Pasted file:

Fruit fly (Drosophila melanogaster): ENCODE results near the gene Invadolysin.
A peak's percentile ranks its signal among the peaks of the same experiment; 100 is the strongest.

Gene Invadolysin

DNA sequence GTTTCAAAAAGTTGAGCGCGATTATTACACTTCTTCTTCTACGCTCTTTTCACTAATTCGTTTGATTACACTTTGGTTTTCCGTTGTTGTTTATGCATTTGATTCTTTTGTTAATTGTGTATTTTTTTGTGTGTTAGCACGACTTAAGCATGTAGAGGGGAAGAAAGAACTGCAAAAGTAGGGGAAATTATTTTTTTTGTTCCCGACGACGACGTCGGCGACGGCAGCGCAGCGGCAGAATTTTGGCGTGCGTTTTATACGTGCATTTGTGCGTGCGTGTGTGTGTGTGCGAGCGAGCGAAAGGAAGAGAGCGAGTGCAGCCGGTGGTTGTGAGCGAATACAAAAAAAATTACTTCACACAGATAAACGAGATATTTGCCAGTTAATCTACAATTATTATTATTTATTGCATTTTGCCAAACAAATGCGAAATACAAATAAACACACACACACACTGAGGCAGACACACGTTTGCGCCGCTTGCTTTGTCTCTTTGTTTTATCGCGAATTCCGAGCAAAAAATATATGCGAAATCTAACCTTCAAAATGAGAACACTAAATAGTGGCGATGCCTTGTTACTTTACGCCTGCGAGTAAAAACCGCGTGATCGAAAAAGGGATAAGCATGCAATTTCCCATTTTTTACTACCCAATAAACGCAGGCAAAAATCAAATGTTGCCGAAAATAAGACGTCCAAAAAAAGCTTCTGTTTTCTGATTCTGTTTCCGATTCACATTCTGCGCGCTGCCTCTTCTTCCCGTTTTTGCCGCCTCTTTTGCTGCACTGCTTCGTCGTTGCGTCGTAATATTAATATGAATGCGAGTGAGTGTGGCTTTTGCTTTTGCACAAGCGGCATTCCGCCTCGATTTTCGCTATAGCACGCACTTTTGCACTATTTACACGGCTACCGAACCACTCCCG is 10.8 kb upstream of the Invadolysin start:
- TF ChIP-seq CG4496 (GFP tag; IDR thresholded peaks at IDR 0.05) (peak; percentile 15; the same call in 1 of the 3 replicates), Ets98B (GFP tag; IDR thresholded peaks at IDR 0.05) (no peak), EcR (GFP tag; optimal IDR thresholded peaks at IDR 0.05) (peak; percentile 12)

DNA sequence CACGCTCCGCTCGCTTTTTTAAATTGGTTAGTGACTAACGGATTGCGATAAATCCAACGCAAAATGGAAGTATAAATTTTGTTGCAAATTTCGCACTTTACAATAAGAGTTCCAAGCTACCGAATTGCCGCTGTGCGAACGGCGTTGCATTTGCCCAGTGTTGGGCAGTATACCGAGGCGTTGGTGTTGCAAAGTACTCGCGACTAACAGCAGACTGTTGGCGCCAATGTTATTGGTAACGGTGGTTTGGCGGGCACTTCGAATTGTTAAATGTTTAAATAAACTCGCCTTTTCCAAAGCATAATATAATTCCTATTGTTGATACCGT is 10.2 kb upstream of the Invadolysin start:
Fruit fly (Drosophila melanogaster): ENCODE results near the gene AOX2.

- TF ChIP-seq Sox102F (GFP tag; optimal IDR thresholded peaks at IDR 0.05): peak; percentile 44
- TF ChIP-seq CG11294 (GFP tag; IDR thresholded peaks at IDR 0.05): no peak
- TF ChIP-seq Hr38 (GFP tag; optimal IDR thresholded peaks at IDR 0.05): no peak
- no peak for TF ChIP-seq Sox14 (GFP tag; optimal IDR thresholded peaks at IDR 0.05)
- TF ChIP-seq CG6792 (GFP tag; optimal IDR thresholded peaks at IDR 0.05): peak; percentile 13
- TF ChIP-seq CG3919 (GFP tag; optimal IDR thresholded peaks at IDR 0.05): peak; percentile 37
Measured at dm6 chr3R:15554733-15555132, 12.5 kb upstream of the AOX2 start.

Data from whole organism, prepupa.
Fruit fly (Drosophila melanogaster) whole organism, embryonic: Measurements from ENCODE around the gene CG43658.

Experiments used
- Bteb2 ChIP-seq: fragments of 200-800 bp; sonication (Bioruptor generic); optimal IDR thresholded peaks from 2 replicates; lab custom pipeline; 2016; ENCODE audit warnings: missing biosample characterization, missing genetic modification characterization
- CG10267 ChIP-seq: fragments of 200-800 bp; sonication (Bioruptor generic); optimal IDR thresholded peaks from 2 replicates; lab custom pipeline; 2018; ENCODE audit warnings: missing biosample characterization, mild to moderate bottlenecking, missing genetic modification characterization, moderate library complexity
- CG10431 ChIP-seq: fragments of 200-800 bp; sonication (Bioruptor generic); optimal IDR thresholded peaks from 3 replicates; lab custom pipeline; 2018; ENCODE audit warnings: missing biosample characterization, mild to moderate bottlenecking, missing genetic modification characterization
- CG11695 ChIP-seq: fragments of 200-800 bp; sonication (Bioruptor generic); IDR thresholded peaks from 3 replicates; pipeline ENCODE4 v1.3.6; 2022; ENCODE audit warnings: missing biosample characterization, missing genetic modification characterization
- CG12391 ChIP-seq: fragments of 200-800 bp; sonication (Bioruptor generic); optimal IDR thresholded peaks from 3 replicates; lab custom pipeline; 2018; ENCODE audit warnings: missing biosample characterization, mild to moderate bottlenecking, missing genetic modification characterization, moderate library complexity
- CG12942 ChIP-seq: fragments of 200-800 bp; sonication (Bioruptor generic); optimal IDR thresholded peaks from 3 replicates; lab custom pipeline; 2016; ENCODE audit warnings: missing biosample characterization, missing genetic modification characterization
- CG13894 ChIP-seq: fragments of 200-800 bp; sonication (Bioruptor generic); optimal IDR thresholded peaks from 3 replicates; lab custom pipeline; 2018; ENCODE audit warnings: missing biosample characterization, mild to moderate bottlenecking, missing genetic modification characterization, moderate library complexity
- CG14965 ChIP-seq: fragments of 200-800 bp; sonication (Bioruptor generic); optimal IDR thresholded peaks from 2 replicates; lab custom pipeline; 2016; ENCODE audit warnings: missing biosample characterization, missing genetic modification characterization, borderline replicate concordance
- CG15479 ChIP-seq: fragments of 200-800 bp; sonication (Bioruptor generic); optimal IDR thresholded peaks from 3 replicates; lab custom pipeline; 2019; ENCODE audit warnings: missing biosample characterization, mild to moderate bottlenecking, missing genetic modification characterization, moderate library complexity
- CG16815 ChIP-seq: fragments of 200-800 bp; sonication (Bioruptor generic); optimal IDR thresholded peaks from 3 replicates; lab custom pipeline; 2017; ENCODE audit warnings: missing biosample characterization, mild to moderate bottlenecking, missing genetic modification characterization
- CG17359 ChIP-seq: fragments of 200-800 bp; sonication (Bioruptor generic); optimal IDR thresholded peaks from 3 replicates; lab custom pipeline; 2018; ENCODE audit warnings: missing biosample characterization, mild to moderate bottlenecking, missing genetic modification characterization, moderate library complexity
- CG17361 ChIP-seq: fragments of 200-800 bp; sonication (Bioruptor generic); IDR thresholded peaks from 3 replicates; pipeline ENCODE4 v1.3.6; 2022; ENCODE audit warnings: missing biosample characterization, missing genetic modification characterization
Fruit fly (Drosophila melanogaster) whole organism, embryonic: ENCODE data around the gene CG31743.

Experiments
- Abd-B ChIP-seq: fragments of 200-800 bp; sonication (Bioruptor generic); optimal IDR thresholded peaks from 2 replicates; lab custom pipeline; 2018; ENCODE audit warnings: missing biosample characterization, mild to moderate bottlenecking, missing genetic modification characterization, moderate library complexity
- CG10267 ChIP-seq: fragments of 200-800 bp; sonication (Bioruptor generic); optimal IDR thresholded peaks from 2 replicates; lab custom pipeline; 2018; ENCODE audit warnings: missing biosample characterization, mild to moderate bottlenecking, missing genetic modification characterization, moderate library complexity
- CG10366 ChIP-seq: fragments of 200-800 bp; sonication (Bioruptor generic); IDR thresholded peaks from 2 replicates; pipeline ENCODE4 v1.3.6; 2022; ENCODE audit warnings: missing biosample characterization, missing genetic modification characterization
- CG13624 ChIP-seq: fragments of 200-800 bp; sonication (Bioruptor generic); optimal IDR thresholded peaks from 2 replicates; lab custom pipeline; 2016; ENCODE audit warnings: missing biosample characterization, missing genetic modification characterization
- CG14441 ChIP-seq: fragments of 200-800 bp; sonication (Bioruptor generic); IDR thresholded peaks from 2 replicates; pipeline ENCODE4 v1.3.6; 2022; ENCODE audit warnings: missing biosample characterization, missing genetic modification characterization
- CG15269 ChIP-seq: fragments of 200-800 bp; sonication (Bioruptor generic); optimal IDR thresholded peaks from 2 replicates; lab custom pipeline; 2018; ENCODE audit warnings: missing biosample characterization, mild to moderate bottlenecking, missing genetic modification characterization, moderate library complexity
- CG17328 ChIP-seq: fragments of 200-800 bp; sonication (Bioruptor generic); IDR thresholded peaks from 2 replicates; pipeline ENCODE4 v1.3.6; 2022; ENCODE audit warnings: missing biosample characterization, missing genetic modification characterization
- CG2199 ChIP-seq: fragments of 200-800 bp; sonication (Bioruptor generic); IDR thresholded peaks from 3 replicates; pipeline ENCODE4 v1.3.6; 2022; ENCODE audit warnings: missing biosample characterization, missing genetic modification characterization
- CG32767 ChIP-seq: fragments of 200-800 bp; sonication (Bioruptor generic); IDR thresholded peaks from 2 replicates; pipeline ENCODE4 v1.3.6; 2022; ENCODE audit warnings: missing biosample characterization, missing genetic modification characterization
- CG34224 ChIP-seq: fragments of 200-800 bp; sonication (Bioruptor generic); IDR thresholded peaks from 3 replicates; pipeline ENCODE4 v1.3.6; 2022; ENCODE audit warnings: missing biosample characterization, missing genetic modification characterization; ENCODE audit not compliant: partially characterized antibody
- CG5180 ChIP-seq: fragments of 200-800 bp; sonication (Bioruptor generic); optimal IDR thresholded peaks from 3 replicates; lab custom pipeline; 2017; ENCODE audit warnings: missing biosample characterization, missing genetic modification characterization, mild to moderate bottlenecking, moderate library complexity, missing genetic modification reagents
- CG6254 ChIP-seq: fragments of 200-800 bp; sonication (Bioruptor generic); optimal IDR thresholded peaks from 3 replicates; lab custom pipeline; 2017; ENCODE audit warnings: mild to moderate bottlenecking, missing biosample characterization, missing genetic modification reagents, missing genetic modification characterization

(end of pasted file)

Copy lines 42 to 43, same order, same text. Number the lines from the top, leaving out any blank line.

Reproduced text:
- CG5180 ChIP-seq: fragments of 200-800 bp; sonication (Bioruptor generic); optimal IDR thresholded peaks from 3 replicates; lab custom pipeline; 2017; ENCODE audit warnings: missing biosample characterization, missing genetic modification characterization, mild to moderate bottlenecking, moderate library complexity, missing genetic modification reagents
- CG6254 ChIP-seq: fragments of 200-800 bp; sonication (Bioruptor generic); optimal IDR thresholded peaks from 3 replicates; lab custom pipeline; 2017; ENCODE audit warnings: mild to moderate bottlenecking, missing biosample characterization, missing genetic modification reagents, missing genetic modification characterization